Beaverton's urban renewal is different
- Lorraine Clarno
- Beaverton Valley Times - Opinion
Three years ago, the Beaverton Area Chamber of Commerce participated in the City Charter review and supported a charter change ballot measure to allow for the use of urban renewal financing in our city.
State law requires a municipality to form a separate urban renewal agency to oversee urban renewal plans, and we insisted that - in addition to community representatives - one board seat should go to a representative from one of the affected special districts. We did not want Beaverton's urban renewal agency board to consist of only the seated city councilors and mayor. We also insisted that all proposed urban renewal plans be put before the voters for approval (this is not required by state law). We were successful on both of these counts. This is unique and important!
Your chamber had representatives on both the Citizens Advisory Council and the Technical Advisory Council for the development of the Urban Renewal Plan, as did each of the special service districts potentially affected. United and collaboratively, we insisted the plan would not include any 'public amenity projects' such as a performing art center, city hall, parks or fire stations. This is unique and important!
As Beaverton citizens, we have an exciting opportunity to activate a key economic development tool that will help bring our vision for Beaverton to life. The proposed sensible and conservative urban renewal plan is an outcome of a four-year visioning process involving thousands of citizens, businesses and volunteers. Our city asked, we answered, and they listened.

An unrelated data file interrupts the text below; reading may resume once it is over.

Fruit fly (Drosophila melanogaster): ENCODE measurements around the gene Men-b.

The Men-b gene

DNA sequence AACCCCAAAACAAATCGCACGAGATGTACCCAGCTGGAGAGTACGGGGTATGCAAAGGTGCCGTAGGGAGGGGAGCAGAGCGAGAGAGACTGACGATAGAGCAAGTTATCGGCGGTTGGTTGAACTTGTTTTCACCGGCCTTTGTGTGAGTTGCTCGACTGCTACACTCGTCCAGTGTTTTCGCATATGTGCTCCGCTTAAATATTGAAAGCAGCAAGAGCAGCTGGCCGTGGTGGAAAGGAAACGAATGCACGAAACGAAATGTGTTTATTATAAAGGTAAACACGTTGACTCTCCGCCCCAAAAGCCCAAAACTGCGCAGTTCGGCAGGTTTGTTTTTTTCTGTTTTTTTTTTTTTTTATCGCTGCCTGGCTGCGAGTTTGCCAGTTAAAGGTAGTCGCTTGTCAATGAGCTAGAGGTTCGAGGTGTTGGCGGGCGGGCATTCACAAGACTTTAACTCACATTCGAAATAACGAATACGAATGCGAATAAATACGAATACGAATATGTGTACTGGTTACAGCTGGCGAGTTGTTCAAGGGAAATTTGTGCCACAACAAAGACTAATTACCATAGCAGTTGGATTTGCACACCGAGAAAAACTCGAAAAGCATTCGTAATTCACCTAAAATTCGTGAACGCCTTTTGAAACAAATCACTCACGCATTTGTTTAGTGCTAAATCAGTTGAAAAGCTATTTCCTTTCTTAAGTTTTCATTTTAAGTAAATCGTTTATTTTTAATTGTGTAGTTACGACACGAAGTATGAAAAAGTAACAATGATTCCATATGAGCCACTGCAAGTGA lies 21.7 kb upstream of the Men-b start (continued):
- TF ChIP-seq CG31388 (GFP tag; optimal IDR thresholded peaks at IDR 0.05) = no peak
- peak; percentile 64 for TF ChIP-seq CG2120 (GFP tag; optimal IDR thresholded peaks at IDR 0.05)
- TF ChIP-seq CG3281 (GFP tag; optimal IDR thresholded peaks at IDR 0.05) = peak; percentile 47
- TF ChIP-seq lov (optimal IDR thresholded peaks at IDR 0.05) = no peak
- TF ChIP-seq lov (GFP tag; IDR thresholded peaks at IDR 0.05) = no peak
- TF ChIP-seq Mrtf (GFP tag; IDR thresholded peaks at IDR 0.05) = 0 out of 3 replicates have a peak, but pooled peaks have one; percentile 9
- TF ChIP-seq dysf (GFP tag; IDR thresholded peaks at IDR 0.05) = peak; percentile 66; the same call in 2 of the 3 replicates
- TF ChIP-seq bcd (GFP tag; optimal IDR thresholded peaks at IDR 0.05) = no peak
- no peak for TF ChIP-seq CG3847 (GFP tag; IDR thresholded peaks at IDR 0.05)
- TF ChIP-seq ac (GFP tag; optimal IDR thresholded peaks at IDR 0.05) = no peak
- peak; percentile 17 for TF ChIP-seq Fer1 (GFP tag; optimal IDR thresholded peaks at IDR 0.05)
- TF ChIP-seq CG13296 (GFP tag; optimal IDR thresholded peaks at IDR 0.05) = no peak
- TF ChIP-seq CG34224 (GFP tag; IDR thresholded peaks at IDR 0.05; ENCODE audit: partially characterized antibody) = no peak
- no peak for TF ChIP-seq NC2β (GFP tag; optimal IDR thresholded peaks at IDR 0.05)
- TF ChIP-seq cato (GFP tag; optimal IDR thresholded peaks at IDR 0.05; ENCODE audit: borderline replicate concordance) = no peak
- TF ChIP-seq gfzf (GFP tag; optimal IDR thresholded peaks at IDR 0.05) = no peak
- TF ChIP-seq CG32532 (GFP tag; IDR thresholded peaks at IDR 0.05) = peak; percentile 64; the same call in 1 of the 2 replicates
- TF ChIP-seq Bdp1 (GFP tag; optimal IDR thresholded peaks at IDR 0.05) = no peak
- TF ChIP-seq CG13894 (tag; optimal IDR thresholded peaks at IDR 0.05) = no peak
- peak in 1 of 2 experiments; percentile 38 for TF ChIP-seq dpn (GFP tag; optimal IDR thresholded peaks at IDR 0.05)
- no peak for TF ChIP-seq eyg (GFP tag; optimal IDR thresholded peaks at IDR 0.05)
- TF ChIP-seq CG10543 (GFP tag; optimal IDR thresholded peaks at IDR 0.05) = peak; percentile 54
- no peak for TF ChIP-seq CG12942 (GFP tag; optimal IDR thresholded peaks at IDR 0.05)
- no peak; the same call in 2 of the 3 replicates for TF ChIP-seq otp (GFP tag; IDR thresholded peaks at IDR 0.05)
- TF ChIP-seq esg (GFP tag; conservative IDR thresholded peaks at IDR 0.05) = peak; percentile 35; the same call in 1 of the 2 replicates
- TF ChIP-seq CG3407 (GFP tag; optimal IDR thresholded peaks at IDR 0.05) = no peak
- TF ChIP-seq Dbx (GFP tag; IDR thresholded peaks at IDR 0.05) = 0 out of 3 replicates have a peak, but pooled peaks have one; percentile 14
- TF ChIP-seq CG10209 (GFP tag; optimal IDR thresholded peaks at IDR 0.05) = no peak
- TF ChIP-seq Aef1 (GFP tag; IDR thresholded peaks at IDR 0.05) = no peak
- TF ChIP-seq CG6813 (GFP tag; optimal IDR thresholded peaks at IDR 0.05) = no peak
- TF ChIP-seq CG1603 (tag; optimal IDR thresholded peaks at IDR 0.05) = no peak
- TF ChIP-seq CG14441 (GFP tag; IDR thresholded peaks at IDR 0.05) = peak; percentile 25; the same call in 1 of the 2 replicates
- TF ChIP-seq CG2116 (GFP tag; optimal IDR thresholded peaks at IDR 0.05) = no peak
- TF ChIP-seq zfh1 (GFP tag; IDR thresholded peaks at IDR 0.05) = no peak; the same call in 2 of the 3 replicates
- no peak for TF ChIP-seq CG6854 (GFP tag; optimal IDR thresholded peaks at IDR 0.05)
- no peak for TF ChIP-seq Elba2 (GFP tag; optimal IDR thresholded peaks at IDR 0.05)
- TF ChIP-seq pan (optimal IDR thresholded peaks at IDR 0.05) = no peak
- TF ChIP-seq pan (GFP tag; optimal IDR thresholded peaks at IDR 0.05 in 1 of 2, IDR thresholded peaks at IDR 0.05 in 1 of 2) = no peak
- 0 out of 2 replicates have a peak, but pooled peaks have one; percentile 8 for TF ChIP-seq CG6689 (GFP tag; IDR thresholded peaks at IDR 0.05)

This plan does not create any new taxes or increase the city's tax rate.
The projects identified focus on infrastructure, utility and transportation improvements and will attract private investment to downtown Beaverton, resulting in job creation, improved traffic flow and greater livability.
The Central Beaverton Urban Renewal Area would encompass areas near transit stations, historic Old Town, the central Beaverton office and commercial area, and the employment area east of Highway 217.
The Beaverton School District, Tualatin Valley Fire and Rescue, Tualatin Hills Park and Recreation District and Washington County Board of Commissioners support the plan.
As congestion issues are addressed and fixed, more consumers will return to Beaverton to do business and bring dollars into our local economy. The urban renewal plan will improve our community by encouraging business attraction and expansion and will keep Beaverton thriving.
Join the Beaverton Area Chamber of Commerce in voting 'yes' for 34-192.
Soapboxes are guest opinions from our readers, and anyone is welcome to write one. Lorraine Clarno is president and CEO of the Beaverton Area Chamber of Commerce.